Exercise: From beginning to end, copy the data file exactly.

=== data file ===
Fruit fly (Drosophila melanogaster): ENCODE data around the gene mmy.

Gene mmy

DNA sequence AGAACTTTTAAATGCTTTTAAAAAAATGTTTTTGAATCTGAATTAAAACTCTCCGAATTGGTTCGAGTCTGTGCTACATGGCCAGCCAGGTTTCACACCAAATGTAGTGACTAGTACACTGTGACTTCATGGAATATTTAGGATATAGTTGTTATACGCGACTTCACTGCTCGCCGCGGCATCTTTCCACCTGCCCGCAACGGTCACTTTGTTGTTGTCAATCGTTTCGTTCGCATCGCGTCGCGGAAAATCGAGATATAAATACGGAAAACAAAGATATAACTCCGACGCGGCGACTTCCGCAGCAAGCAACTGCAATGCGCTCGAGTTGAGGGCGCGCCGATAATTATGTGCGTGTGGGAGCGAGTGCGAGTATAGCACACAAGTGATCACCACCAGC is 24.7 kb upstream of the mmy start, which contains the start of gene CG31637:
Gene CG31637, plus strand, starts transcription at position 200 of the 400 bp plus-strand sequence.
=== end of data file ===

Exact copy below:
Fruit fly (Drosophila melanogaster): ENCODE data around the gene mmy.

Gene mmy

DNA sequence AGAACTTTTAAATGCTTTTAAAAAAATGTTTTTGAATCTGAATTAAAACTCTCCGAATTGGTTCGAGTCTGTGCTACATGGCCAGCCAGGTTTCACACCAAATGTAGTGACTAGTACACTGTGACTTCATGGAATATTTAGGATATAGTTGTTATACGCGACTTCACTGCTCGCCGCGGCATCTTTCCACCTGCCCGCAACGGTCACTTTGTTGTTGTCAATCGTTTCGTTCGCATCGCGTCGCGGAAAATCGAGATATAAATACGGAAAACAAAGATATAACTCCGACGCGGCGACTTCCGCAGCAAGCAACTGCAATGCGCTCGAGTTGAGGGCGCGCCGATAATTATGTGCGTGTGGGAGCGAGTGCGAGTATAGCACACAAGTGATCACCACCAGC is 24.7 kb upstream of the mmy start, which contains the start of gene CG31637:
Gene CG31637, plus strand, starts transcription at position 200 of the 400 bp plus-strand sequence.